App of the Week – RememBear

Published On May 22, 2019 | By Tom Huskerson | App of the Week

You need a password manager don’t you? One of the biggest hassles of the tech age is having to remember passwords. And if you’re smart you don’t have the same password across multiple websites. That’s why RememBear is the App of the Week.

Some of us have computers that store our passwords for us. Thats cool and its safe to do it that way. But we chose this app because because it it actually syncs across all your devices. And that just one of the features. It also features;

  • Save logins, credit cards, and secure notes
  • Autofill passwords and credit cards
  • End-to-end 256AES encryption
  • Independently audited
  • Support for face and fingerprint ID
  • Achievements to teach best practices
  • Password generator
  • Store one-time (2FA) codes

This app helps you to keep those passwords straight and can help if you happen to find at a computer not your own. Just got to the RememBear website and log into your account.

If you read the list you will see that the app is independently audited for security. That means that hacking it is far more difficult than other password managers. But I would never say anything is impossible.

RememBear also store sensitive notes inside the app. The app also claims it can speed up you log ins by using a single click. And it can speed up your check out at online stores by saving your credit card information. Now from a security standpoint it keeps your credit card data from being stored with the retailer.

There are alot of password managers on the market. Your choice will depend on your needs but RememBear is great choice. It was named the App of the Day by the Apple App Store. But if you prefer to shop around for password managers then check out these sales going on right now.

RememBear Premium sells for $3.00 a month. But there is a free version available. It is availabe for MAC, iOS, Windows and Android. You can also get it as browser extension from Google Chrome, Firefox and Safari.

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About The Author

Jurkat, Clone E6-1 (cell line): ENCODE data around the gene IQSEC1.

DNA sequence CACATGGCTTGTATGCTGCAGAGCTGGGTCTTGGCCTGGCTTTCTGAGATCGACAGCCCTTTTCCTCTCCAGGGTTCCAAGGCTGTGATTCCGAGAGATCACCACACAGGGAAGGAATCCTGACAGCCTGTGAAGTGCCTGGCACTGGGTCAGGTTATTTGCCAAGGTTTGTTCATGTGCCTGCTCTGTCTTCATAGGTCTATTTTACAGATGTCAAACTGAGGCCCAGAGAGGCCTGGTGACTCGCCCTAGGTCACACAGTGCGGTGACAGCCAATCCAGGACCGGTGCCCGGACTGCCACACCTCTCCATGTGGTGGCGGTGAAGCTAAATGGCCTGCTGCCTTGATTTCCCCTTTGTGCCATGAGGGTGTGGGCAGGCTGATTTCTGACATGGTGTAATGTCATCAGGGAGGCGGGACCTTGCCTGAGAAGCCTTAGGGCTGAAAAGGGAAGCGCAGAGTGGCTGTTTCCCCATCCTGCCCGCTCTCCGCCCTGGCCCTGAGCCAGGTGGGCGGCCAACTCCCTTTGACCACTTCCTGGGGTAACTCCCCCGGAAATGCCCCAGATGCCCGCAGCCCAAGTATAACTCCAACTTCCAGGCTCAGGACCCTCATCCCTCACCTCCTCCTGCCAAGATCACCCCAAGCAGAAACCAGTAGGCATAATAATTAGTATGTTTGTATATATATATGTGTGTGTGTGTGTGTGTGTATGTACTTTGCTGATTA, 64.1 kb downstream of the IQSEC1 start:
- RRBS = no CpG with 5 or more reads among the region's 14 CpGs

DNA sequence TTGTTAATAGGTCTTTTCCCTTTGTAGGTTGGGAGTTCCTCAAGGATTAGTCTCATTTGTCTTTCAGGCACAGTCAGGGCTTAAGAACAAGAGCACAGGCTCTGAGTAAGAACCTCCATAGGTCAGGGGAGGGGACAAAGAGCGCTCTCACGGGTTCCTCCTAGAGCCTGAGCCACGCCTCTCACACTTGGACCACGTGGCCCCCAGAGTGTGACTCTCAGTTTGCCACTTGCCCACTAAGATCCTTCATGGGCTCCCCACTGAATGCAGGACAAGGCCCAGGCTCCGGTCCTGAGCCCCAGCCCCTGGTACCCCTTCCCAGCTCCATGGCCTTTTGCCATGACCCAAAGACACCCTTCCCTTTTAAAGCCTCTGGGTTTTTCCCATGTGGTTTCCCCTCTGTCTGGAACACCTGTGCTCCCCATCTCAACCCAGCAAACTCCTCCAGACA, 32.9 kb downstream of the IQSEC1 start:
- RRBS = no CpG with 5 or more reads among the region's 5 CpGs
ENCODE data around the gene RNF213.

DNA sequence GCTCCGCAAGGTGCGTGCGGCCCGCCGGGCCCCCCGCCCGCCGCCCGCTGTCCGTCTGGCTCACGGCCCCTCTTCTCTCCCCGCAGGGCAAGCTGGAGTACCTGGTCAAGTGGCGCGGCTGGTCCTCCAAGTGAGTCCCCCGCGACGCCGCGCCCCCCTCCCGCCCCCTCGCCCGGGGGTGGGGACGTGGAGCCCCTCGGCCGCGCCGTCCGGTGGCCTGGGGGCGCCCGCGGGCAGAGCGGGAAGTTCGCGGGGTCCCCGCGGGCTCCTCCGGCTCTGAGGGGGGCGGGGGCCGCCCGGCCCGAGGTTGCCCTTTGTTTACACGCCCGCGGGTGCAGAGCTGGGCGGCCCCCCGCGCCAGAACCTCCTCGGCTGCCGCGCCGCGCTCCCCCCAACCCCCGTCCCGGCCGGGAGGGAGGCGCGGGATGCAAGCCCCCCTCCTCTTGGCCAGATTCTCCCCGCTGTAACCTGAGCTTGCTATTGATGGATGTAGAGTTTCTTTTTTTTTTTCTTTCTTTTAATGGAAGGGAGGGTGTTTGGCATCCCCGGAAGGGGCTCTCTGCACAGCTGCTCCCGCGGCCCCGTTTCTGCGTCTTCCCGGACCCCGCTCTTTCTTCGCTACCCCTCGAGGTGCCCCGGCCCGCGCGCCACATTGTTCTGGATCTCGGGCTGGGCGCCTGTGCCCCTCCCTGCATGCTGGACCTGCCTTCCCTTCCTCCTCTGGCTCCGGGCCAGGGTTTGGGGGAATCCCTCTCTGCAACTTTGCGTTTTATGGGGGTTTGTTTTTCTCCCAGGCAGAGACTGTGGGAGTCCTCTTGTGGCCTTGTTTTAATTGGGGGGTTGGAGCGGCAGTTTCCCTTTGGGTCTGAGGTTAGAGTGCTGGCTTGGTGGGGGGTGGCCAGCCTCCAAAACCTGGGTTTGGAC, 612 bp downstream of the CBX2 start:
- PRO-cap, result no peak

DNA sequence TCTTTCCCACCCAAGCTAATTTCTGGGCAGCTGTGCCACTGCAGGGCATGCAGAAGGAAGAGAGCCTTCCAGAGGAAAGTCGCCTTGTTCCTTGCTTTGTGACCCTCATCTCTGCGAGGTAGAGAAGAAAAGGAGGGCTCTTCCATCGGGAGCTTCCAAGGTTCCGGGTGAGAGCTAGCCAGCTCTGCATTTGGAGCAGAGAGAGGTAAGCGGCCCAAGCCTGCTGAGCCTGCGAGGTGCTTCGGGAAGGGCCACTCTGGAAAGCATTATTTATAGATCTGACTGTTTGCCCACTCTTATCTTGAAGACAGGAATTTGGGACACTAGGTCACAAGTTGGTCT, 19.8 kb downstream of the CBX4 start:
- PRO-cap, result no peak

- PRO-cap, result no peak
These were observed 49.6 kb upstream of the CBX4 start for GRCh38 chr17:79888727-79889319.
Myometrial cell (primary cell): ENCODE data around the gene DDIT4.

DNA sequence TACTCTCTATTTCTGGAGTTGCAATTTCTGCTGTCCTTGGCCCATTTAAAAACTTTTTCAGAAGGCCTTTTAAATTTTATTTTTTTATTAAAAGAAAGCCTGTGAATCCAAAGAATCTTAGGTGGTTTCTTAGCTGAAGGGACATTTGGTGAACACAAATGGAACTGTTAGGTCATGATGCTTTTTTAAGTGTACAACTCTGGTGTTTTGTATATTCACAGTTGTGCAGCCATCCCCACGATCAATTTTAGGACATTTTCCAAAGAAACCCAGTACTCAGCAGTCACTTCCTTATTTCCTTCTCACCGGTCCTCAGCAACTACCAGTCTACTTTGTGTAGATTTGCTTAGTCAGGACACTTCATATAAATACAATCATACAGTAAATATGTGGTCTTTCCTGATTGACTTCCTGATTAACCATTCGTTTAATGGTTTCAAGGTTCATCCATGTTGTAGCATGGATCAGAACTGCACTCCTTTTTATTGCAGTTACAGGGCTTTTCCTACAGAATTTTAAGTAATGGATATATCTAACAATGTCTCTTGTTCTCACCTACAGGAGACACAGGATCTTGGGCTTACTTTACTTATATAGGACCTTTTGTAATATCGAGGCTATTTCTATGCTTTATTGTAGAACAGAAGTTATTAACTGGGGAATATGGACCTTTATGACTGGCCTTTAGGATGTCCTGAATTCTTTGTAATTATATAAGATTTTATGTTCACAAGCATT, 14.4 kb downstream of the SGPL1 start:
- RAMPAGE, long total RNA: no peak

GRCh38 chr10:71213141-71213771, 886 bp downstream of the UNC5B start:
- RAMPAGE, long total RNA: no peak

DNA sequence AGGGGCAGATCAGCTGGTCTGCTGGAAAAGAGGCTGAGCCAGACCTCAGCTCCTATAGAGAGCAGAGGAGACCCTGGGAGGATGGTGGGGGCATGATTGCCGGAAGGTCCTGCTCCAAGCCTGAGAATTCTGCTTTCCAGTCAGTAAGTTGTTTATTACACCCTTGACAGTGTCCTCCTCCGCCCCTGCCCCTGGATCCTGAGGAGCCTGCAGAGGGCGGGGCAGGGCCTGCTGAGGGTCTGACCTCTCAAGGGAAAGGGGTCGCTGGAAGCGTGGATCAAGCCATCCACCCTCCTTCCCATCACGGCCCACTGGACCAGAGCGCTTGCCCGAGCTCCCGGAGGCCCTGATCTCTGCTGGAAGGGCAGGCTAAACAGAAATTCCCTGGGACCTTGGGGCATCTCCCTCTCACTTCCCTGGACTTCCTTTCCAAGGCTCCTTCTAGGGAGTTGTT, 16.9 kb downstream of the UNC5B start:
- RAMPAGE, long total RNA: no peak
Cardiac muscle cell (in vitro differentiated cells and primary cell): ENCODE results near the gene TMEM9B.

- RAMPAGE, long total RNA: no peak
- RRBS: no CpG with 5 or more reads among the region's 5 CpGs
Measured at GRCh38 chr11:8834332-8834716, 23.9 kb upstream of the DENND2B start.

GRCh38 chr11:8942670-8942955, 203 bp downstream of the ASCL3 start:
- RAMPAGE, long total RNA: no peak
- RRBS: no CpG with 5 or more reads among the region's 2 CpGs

Tom Huskerson Bio Born in Richmond Virginia Tom Huskerson is a military veteran who settled in California after his discharge. Tom attended Santa Barbara City College where he began his writing career as a campus reporter. He worked as an intern news reporter for the Santa Barbara News-Press writing feature stories before moving on to San Francisco. At San Francisco State University Tom studied broadcast communications and began to focus on the Internet. He completed his graduate thesis on Internet advertising. Tom was the first student to ever focus on the Internet as a graduate student at San Francisco State University. After graduation he went to work for Zona Research in California’s Silicone Valley. As a research associate Tom supported senior analyst writing on the latest developments in the Internet industry. During the dot com boom Tom worked for several web businesses as a market researcher and analyst. As a writer and researcher Tom has authored various technical works including a training program for Charles Schwab security. Other projects included professional presentations on workplace violence and hiring security contractors. Tom has also written both fiction and non-fiction works and blogging for a travel website. He has published two books of short stories and completed two novels. Tom is the owner of Scribe of Life Literature and EbonyCandle.com. Tom is not the chief editor for the OnTechStreet. com. A news and information blog that focuses on tech news for African-Americans. The blog is the result of his desire to inform the African American community of the dangers and benefits of the cyber age. In his blog Tom reports on information security, new and analysis, scams and hoaxes, legal happenings and various topics that arise from the age of information. Tom believes that technology is a necessary tool for black people and they should know what is happening. Tom writes believing that techno speak is for the professional and that valuable information can be communicated using plain language. As a result he has embraced the motto, Less Tech, More Knowledge.

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